By Scott Tipton
January 7, 2004
BATMAN, PART V -- YOU GOTTA BE JOKING
Every classic literary hero has that one great villain: Robin Hood has his Sheriff of Nottingham, King Arthur his Mordred, Sherlock Holmes his Moriarty. Although Batman has probably the most famous and well-rounded Roguesí Gallery in all of comics, when it comes to Batman villains, thereís one name and one name alone at the top of the list. As we begin our discussion of the Batmanís enemies, itís only appropriate that we start things off with the main event: the Clown Prince of Crime, the Joker.
The Joker first appeared in BATMAN #1 (1940), courtesy of writer Bill Finger and artists Bob Kane and Jerry Robinson. Credit for the actual creation of the character has long been a bone of contention between Kane and Robinson. Robinson has claimed the inspiration came from a pack of playing cards, while Kane claimed to have come up with the character on his own. As for Finger, his contribution to the character canít be denied. Finger, who was known for keeping a truly enormous reference file, rejected Kaneís initial sketch for the new villain as too clown-like, and provided the artists with photo stills from the 1928 film THE MAN WHO LAUGHS, which starred Conrad Veidt as an English nobleman who has had an unsettling smile permanently carved into his face. The makeup worn by Veidt was most creepy, and a clear inspiration for the Jokerís appearance. Note particularly the bags under the eyes, the creased brow and distinctive high hairline.
In the Jokerís first appearance, heís not quite the wacky loon he would become in later appearances; however, heís murderous as ever. Making his presence known via a radio announcement, the Joker declares his intention to kill millionaire Henry Claridge that very night at midnight and steal his famed Claridge Diamond. Despite the battalion of police guarding the millionaire, at the stroke of midnight Claridge drops to the floor, dead, with his facial muscles pulling back into a hideous smile.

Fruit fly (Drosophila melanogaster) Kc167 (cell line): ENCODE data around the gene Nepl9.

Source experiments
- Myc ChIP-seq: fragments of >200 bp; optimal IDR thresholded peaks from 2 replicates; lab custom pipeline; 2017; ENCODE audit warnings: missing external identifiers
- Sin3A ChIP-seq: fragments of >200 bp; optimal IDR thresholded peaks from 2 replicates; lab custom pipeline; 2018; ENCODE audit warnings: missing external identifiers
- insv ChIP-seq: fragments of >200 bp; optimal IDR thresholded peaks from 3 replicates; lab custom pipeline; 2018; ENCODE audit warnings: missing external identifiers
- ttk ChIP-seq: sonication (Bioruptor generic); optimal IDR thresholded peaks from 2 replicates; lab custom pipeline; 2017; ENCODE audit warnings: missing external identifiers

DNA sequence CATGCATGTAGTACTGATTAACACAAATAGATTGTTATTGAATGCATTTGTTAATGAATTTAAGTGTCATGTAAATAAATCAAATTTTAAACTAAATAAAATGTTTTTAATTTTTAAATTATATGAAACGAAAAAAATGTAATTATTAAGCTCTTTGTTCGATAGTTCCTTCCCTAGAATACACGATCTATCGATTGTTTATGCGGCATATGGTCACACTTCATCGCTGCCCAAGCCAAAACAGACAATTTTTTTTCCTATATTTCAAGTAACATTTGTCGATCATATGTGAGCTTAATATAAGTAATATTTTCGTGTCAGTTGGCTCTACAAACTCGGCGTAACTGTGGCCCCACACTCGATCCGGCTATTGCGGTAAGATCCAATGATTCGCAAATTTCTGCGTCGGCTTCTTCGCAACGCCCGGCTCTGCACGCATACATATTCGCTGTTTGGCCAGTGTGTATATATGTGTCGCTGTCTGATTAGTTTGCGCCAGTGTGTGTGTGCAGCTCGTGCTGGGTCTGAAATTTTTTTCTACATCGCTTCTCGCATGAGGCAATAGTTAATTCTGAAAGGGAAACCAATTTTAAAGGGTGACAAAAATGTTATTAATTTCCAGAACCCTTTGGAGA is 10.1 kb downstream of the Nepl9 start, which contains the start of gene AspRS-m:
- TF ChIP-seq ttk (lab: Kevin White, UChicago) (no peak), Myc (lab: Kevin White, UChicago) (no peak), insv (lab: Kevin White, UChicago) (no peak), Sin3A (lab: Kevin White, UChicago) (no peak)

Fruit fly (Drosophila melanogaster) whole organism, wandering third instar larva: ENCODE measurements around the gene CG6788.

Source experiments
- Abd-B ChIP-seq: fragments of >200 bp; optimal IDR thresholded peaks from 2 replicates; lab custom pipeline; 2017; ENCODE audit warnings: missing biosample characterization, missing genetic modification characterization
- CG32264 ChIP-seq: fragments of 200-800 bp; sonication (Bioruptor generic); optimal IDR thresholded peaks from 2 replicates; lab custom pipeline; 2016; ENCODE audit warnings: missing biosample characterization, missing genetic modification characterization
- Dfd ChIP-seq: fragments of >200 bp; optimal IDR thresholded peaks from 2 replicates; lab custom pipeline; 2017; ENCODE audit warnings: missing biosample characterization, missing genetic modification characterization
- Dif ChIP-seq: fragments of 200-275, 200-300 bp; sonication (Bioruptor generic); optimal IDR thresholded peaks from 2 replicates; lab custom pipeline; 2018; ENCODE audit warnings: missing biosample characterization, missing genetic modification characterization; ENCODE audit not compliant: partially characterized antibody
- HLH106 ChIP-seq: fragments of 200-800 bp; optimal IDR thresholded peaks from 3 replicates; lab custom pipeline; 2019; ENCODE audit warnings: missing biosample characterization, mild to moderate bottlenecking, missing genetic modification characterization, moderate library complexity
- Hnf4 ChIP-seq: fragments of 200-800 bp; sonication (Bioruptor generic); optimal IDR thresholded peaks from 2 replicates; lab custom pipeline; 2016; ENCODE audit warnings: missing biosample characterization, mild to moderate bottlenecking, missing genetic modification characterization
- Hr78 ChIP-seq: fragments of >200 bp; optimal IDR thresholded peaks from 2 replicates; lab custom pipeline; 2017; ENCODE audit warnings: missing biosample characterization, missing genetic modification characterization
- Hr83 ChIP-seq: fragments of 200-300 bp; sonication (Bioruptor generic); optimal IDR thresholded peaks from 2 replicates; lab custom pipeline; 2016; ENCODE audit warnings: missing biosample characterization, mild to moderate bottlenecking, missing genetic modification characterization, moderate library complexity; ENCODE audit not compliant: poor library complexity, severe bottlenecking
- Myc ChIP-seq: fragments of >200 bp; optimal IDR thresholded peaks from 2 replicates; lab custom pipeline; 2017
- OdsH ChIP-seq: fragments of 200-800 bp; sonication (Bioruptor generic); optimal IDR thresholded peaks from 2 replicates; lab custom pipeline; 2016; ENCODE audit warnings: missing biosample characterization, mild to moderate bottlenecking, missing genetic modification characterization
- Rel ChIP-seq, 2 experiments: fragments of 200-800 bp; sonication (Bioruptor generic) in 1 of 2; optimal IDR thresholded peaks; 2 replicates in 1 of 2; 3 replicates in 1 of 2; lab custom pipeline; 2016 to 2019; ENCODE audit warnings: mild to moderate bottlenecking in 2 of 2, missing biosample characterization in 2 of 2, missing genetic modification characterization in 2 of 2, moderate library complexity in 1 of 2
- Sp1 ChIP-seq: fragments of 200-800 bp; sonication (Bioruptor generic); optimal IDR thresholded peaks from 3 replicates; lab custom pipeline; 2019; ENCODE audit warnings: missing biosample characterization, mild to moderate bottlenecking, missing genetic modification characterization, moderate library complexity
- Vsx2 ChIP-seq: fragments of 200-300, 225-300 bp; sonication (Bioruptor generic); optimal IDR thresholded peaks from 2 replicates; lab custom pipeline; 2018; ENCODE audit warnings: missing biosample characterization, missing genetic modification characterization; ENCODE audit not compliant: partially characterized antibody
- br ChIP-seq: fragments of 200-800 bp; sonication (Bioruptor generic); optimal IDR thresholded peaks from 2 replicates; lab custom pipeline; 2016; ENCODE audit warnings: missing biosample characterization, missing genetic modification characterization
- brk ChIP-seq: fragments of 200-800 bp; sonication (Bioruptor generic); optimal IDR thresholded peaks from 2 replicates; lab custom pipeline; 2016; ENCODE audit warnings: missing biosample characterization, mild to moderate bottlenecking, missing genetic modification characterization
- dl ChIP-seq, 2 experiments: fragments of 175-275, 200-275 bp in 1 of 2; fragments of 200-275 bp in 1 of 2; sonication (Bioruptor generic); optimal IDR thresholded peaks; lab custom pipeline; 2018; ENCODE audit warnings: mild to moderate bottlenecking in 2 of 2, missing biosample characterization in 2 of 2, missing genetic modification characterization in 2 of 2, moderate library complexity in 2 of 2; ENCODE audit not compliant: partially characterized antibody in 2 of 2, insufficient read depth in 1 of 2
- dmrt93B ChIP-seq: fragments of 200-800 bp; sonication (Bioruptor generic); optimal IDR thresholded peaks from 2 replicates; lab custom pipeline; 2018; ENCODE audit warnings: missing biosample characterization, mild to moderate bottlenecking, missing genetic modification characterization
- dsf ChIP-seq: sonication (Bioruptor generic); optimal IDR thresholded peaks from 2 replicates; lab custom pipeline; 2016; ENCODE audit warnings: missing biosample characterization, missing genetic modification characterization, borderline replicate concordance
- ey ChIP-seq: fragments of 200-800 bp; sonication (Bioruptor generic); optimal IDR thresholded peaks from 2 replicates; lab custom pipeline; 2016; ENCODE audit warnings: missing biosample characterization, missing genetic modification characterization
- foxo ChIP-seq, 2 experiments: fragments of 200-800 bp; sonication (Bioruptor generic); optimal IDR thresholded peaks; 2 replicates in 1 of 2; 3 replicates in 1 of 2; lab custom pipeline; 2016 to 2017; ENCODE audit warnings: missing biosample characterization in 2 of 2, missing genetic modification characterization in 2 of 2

Furthermore, the police find that the diamond is already gone, having been replaced by a glass phony, accompanied by a playing card bearing the Jokerís likeness. As it turns out, the Joker had committed the crime the night before, injecting Claridge with a version of his Joker venom that takes 24 hours to take effect.
The Joker strikes again later that week, with a radio promise to steal the Ronkers Ruby and murder its owner. This time, the Joker, hiding inside an ornamental suit of armor, kills with a poison dart gun bearing his deadly Joker venom.
The Batman first encounters the Joker while attempting to stop the murder of Gotham gangster Brute Nelson, who had been badmouthing Gothamís newest criminal.
Joker proves to be a physical match for Batman, and the Joker manages to escape, and goes on to make his next radio threat, this time to Judge Drake, who had once sent him to prison. While the Judge seems safe, under the personal protection of Gothamís Chief of Police, things are not always what they seem.
When the Joker catches Robin tailing him, he knocks him out and prepares to put a permanent (and deadly) smile on the face of the Boy Wonder.
Batman arrives in the proverbial nick of time, and he and the Joker face off once more, with the Joker again coming out on top.
The Dynamic Duo corner the Joker once more, while heís attempting to steal the Cleopatra Necklace. The Joker deals out deadly force against Batman, but to no avail.
Batman and Robin finally overpower the clownish criminal, and he winds up behind bars, but not for long. In fact, the Joker appeared again in the very same issue. The original plans called for the Joker to die in that issue, but Kane and Finger must have realized they had a good thing on their hands, and the Joker was swiftly brought back from the dead, making a return appearance a mere three months later in BATMAN #4.
Whatís the key to the Jokerís appeal as a villain? First off, the character plays into the very common unease many people have with clowns. Letís face it: clowns are creepy. Furthermore, the escalating humor found in the numerous Joker stories served as an excellent counterpoint to the often serious and grim Batman stories. In addition, the Jokerís chaotic nature provided a dark mirror to Batmanís own tortured existence. Where Batman is constrained by the trauma of his past, forced into a life of vengeance by his own memories, the Jokerís insanity allows him to do literally anything his twisted heart desires.
As the years went by, the Joker began to lose much of his deadly edge, with his murderous extortion plots being gradually replaced by more and more outlandish criminal schemes. Consider, for example, ďThe Man Who Wrote the Jokerís Jokes!Ē from 1951, in which, taking a cue from television and radio funnymen, the Joker decides to hire gag writers to dream up new crimes for him.
When the crooked schemes are less than successful (including one that successfully made jackasses of Batman and Robin), the Joker decides that only one man can successfully write for him: Batman himself.